Bait, ales and accidental birdwatching on the Northumberland Coastal Route

A step-by-step guide to making the most of a bank holiday and driving on some of the North East's best roads.

For some, the ideal bank holiday weekend involves a few Sunday sherbets and late-night kebab wrap, safe in the knowledge that there's no alarm the following morning.

For the driving enthusiasts among us, however, the long weekend is also an excellent excuse to get out on a long drive.

By that I'm not meaning the extended trip you make after getting halfway down the A1 before realising you've left the in-law's Christmas presents under the tree - a true story, but one for another blog post maybe.

I'm talking the sort of trip you make just for the sake of driving.

And in the North East we're lucky to have the Northumberland Coastal Route. It's got the food, the views, and most importantly, some brilliant sections of road.

It's got everything

Whether you're going for a runout on your own or looking to entertain a car full for an afternoon, there's plenty going on.

Alnmouth village from the beach

Starting in Alnmouth, and running 30-odd miles north to Holy Island, there is plenty to see, do and - crucially - eat along the length of the route.

Which is why I’d recommend having only a light snack before setting off. Mind you, if you spy the sarnies and pies on offer at The Village Tearooms in Alnmouth, your idea of ‘light’ might alter.

To Craster

If you’re able to fend off the urge to eat until you’re actually on the route, Craster is only 20-odd minutes up the road.

Food at the Jolly Fisherman in Craster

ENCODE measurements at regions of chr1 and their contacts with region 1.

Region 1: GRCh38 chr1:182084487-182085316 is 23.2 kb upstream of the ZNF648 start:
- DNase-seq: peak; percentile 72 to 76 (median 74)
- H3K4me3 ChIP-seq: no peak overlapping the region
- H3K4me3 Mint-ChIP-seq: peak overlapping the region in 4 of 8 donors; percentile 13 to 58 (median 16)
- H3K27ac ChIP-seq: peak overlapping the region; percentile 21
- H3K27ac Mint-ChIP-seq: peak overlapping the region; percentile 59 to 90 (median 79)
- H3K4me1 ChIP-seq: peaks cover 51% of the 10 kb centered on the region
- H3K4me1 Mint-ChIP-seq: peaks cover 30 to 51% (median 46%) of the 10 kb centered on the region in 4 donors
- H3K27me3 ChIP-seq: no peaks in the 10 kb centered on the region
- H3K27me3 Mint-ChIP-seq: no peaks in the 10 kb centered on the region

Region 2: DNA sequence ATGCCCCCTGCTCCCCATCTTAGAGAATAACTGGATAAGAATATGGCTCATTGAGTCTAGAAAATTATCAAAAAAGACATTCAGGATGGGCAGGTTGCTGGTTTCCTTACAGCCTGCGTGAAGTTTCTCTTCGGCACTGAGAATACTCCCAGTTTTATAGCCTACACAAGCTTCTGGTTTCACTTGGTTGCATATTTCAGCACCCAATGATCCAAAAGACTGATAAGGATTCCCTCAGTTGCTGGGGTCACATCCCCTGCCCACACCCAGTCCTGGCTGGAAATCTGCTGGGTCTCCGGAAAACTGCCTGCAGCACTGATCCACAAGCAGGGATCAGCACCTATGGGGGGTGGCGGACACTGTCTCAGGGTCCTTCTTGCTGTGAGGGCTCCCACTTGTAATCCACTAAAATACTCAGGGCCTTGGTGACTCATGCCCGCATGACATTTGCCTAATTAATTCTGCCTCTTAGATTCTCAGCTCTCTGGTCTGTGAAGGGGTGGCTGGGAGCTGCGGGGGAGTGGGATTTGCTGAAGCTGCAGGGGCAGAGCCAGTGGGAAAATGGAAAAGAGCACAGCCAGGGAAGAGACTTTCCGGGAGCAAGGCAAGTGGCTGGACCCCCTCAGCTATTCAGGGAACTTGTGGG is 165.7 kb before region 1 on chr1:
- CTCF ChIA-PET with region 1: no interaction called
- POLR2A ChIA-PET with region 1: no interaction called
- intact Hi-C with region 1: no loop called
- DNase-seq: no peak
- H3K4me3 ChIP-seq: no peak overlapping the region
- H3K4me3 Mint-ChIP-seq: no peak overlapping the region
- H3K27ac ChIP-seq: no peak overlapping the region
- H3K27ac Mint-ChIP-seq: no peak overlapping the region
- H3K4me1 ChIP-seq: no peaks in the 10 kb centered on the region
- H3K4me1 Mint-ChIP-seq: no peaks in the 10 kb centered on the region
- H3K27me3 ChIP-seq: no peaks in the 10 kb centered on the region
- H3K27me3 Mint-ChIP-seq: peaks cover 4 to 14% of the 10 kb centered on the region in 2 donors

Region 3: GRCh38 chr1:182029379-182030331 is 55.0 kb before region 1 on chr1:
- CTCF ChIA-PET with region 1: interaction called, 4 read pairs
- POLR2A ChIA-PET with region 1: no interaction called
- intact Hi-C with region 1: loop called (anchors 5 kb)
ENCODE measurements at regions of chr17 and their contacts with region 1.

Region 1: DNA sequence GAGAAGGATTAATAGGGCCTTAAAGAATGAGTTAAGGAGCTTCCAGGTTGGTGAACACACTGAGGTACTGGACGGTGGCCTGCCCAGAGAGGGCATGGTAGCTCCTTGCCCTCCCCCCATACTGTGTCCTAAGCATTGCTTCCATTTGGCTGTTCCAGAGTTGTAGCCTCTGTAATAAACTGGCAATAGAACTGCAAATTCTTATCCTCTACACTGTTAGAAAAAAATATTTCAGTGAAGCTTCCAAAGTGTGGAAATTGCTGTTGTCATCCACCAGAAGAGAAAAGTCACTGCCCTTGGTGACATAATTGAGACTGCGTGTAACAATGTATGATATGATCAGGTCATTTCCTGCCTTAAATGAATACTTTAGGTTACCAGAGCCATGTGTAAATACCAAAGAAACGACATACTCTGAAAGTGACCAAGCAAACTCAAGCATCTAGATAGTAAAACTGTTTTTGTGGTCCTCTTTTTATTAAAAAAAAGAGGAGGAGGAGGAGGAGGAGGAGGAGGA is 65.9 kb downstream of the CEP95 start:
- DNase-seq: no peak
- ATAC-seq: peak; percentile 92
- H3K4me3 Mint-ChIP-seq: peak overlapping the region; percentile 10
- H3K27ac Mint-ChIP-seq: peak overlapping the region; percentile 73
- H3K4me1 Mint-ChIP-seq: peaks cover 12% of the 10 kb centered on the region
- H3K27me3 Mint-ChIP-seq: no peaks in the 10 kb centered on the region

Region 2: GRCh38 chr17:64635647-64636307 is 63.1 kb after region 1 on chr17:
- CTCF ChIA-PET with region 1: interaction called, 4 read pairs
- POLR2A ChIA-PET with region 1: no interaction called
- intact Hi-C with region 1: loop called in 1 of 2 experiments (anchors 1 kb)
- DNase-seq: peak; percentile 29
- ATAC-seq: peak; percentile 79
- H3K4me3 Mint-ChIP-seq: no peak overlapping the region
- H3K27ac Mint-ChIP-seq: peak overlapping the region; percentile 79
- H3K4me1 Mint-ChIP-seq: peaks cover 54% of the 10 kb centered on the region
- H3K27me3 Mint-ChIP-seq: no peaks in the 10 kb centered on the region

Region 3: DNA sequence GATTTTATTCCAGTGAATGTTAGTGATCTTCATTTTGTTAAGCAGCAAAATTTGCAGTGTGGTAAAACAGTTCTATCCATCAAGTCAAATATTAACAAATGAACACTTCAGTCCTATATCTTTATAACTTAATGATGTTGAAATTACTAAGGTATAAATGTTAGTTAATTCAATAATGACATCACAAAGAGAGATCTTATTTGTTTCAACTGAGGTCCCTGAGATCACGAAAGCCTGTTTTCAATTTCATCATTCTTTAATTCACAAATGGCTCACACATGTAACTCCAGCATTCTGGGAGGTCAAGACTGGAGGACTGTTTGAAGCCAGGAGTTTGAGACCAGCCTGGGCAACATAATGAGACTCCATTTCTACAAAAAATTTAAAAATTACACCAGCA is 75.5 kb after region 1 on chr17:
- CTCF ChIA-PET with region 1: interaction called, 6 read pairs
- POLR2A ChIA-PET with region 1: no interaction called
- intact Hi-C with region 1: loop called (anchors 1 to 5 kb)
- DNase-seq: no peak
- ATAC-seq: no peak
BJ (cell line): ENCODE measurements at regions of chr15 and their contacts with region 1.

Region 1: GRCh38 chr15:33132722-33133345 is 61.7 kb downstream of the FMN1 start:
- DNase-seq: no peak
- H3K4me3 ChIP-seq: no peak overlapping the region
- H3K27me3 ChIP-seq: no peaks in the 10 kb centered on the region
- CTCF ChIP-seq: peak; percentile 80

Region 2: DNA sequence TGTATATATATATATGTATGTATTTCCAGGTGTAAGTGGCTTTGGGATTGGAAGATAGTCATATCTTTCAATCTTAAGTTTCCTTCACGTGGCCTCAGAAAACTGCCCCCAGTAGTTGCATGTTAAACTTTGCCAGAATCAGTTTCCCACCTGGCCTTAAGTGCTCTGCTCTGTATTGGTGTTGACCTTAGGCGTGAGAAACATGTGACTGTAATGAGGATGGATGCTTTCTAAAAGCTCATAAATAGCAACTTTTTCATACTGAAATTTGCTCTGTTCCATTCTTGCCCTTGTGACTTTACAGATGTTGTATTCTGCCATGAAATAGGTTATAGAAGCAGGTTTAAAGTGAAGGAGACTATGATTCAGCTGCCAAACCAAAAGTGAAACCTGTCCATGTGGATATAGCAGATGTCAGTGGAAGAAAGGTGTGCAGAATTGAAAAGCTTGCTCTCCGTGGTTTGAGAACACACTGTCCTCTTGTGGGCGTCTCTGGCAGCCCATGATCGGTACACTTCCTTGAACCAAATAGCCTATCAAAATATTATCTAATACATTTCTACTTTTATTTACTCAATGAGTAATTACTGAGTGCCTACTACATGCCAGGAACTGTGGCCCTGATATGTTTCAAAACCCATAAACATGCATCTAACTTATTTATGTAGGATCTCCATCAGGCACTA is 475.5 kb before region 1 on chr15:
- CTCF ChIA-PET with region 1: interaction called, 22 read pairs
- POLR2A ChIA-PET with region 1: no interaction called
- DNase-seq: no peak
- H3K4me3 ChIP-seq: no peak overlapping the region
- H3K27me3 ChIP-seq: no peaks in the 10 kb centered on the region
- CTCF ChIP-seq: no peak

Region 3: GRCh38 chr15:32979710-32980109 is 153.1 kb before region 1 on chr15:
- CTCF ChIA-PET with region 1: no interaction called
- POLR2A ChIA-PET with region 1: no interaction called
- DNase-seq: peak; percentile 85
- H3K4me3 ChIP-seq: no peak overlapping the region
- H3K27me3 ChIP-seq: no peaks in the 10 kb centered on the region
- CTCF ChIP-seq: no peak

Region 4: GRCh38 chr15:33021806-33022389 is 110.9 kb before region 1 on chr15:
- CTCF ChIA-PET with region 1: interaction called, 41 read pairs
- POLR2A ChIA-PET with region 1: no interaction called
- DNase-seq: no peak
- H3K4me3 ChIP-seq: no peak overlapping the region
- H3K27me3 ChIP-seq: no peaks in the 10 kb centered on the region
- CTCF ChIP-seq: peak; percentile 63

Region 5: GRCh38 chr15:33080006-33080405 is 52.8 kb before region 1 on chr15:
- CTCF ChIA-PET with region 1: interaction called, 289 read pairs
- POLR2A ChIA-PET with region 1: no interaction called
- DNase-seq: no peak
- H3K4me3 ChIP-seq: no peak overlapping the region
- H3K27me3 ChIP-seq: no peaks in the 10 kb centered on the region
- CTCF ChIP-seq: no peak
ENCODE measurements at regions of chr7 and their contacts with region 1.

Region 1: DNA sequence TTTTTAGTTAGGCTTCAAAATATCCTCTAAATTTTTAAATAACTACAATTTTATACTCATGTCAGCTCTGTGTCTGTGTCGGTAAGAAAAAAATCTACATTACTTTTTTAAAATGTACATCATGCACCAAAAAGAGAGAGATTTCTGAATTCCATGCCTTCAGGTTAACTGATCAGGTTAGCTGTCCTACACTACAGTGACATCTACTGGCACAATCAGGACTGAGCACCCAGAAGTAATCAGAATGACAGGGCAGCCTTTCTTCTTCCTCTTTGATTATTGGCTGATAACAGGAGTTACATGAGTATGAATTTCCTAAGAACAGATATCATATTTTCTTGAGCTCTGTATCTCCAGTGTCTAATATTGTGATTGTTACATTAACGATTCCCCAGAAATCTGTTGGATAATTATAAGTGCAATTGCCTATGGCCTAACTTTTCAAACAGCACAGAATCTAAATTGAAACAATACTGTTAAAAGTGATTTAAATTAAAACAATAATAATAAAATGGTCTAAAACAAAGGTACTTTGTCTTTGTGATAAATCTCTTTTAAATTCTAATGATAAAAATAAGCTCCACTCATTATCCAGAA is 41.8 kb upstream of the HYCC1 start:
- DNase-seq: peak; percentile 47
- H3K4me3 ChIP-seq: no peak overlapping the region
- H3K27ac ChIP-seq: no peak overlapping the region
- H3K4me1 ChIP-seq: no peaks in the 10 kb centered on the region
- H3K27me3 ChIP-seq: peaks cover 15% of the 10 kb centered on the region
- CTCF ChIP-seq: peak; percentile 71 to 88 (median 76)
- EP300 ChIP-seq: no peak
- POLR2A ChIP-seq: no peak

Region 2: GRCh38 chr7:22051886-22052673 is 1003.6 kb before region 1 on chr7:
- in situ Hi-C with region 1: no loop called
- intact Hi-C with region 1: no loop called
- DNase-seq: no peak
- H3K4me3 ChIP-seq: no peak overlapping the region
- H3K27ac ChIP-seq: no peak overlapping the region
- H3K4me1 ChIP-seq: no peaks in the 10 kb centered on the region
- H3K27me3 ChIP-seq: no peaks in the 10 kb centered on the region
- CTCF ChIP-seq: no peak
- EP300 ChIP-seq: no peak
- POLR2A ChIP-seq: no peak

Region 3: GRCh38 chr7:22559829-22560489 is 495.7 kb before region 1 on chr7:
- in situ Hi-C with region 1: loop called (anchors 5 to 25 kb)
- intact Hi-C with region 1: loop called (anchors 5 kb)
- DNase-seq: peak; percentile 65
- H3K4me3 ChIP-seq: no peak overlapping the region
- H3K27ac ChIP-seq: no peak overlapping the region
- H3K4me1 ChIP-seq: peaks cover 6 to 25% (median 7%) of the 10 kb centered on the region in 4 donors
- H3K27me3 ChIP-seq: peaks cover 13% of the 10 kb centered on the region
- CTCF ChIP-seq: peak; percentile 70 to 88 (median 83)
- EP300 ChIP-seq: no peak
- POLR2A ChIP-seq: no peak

The Jolly Fisherman, Craster

Sitting right by the harbour walls you’ll find The Jolly Fisherman, with its excellent pub grub and choice of ales – perfect for lunch or the Northumbrian answer to a champagne brunch.

And after you’ve eaten, you can burn off the surplus by walking the coastal path towards the ruins of Dunstanburgh Castle, a National Trust spot.

It’s also worth a trip to L. Robson & Sons if you’re a fan of seafood. The traditional smokehouse is known around the world for its smoked salmon and ‘Craster Kippers’, so you’d do well to pack a few for the trip.

Up to Beadnell

Head west from Craster and follow Windyside Hill until you hit the B1339 again – the A-to-Z name for the Alnmouth end of the route.

The coast at Low Newton

There are a few worthwhile stops on or near this next leg, like the sometimes-overlooked beach at Low Newton, but if you’re the designated driver you might want to take full advantage of this stretch without pause.

The 8 or so miles between the point you re-join the 1339 and Beadnell offer a 15-minute mix of long straights, winding bends and the occasional butterfly-inducing dip in the road.

It’s not just the driver that’ll enjoy this route, though, as there are plenty of open fields and low hedges for great passenger views.

Follow the road up through Embleton and onto the B1340 just southeast of Brunton Airfield, and then all the way along to Swinhoe, our next suggested stop.